Two years have passed since the UK launched the world’s first standard for managing infrastructure carbon. So who is using it?
When it comes to demonstrating action taken to mitigate climate change through carbon reduction, the industry go-to device remains PAS 2080, the world’s first standard for managing carbon in infrastructure.
Developed by consultants Mott MacDonald and Arup with standards body BSI under the aegis of the Green Construction Board, PAS 2080 is designed to offer practical “how to” guidance to cut carbon – and therefore costs, and slow climate change.
The link between cost and carbon is seen as a crucial motivator. It was identified in the Treasury’s 2013 Infrastructure Carbon Review, which concluded that the UK economy would benefit by £1.5bn a year if the infrastructure sector adopted practices pioneered by those leading on carbon reduction.
The review set out 10 broad recommendations, one of which was the creation of a new publicly accessible specification for carbon reduction: PAS 2080.
It launched in May 2016 and effectively killed the argument that there is nowhere to go to benchmark good carbon reduction.
PAS 2080 and its accompanying guidance document provide a common language and framework for asset owners/managers, designers, constructors and product/material suppliers to manage whole life carbon. It paves the way for consistency of methods and reporting which should make it easier to talk about carbon management and cost right across the supply chain, and right across the infrastructure sector.
PAS 2080 effectively killed the argument that there is nowhere to go to benchmark good carbon reduction
But it is down to individuals and organisations to act. Because, crucially, using it is not mandatory: PAS 2080 is a voluntary standard. So now, 18 months on, who is embracing it, and who is using it?
Mott MacDonald, as lead author of PAS 2080, is unsurprisingly taking a lead. It has rolled out what it believes to be the infrastructure industry’s first building information modelling-compatible carbon modelling tool.
Unlike other carbon tools on the market, which are primarily aimed at quantity surveyors, Carbon Portal is set up to assist designers during the optioneering phases of project development, when the greatest carbon and cost savings can be achieved.
It is deploying the tool on projects for Highways England, National Grid, Yorkshire Water and a number of other infrastructure asset owner companies in the UK. It is also actively and successfully exporting low carbon infrastructure asset management outside the UK, for example on the Flinders University project in Australia (top picture)
Arup co-authored the specification and it too has showcased how the new principles can result in far-reaching carbon reductions, with a masterplanning project in Oman.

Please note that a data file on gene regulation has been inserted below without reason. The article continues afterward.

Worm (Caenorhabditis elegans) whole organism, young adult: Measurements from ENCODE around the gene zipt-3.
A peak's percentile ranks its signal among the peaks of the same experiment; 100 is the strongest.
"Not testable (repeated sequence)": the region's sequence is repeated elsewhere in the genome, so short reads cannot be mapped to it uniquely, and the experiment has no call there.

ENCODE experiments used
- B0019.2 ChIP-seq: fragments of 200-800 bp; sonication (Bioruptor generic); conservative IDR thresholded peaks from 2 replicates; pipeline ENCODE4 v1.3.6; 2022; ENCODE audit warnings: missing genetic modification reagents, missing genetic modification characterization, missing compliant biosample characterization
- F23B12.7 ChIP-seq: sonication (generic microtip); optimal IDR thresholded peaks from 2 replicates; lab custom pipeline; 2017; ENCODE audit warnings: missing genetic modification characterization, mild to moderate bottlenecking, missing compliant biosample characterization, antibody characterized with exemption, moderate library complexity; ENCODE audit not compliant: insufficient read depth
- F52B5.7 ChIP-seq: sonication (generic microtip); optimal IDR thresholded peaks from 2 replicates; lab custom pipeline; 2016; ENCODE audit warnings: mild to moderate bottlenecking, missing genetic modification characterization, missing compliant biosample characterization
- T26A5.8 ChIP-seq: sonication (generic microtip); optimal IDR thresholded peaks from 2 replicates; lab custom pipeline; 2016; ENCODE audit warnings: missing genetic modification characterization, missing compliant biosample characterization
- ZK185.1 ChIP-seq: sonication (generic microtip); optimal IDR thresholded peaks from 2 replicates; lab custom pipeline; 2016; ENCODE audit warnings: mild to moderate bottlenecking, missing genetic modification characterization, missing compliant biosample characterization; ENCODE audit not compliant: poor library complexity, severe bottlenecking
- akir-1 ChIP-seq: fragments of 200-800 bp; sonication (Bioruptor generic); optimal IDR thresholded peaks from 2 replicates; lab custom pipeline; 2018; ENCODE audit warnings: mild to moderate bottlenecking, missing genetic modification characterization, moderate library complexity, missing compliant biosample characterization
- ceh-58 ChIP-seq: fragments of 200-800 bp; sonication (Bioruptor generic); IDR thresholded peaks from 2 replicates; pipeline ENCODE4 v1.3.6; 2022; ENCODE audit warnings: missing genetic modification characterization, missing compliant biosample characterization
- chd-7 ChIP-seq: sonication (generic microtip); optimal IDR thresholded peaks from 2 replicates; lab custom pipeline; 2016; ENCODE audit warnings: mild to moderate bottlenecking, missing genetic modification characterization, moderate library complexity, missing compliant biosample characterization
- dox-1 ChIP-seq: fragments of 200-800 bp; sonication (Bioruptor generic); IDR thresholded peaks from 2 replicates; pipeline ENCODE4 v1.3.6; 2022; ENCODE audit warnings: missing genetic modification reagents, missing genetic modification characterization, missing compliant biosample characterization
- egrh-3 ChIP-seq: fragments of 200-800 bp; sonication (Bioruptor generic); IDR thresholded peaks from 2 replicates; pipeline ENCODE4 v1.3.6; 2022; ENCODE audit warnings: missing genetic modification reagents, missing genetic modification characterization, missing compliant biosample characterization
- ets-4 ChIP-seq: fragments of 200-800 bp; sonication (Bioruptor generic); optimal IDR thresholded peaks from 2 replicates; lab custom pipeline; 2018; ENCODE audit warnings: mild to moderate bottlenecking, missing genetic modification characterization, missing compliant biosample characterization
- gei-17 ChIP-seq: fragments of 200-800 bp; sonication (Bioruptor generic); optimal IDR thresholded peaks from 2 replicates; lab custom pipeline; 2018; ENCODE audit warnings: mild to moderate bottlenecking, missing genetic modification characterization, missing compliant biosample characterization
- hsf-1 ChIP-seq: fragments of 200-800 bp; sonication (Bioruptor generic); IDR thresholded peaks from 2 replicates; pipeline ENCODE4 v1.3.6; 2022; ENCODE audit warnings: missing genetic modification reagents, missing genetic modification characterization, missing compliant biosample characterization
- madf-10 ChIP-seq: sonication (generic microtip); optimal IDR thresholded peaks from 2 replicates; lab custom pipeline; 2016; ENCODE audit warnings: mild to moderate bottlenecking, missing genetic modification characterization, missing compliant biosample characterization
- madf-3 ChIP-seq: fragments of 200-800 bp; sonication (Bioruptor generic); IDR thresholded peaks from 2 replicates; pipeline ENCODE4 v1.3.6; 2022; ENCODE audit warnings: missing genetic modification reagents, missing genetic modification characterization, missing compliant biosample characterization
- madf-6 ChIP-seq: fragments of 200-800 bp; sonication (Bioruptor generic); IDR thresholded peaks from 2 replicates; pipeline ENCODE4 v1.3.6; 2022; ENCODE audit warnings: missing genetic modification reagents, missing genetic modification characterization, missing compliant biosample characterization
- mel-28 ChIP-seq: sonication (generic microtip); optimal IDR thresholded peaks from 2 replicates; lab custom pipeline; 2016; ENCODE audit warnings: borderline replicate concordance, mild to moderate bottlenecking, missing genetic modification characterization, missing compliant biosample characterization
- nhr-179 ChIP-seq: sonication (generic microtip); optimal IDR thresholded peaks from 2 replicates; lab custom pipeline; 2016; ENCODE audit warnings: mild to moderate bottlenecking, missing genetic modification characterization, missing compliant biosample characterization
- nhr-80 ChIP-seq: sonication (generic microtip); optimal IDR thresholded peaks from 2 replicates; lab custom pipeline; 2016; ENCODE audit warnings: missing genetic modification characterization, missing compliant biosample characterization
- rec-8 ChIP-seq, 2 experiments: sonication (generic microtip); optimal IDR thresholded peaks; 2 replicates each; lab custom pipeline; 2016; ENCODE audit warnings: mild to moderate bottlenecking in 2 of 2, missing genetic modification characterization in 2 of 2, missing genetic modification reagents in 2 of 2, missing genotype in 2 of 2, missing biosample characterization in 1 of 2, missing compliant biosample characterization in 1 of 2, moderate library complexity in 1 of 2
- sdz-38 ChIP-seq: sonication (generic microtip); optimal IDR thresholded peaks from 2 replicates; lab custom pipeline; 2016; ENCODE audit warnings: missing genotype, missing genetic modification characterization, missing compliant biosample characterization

True to the client brief, the design of Irfan, a new district of Muscat, is a great example of sustainable planning.
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Irfan now provides the blueprint for connectivity, energy and resource efficiency that can be exported to the rest of Muscat and around the globe.
Back in the UK, the Great Western Electrification Programme (GWEP) was one of the first projects in the rail industry to use the Rail Safety Standard Board’s (RSSB’s) new Rail Carbon Tool, and the resulting case study was included in PAS2080.
Consultant WSP worked with client Network Rail to identify and understand the carbon hotspots associated with the design of the overhead line electrification.
Irfan now provides the blueprint for connectivity, energy and resource efficiency
Its analysis included the replacement of products and materials across the 120 year design life of the project – an approach to assessment that can be overlooked in embodied carbon analyses.
Carbon reduction opportunities fell into two categories – reducing the quantity of materials, and changing the specification of materials, particularly where steel and concrete were concerned.
The quantified carbon reduction initiatives that had been undertaken achieved savings of 2,910t CO2 equivalent.
Signing up to cut carbon
Consultant Stantec is using PAS 2080 too. A real example of its commitment and intent was its decision to sign the Newcastle Declaration of Blue and Green Infrastructure focused on prioritising sustainable drainage in collaboration with local authorities and stakeholders in the region.
A practical application of this commitment was with Northumbrian Water, where Stantec supported its response to European Union bathing water quality standard breach at Whitburn in Sunderland.
The quantified carbon reduction initiatives achieved savings of 2,910t CO2e
This critical scheme started with a requirement for a 16,500m3 new concrete storage tank, a traditional “grey” solution to reduce spills from combined sewer overflows to the sea.
Instead, Stantec, in partnership with local authorities and residents designed “blue-green” sustainable drainage across the catchment with small distributed measures in streets, such as rain gardens, swales, planters and basins.
The work reduced conventional “grey” storage by 75% and also the amount of water pumped and treated.
The overall catchment solution delivers significant whole life reductions of 25% in cost and 13% in carbon. Clearly not all firms are yet referencing PAS 2080 in their work. although much is being done (see boxes).
Early indications are that PAS 2080 needs more support as examples are few and far between.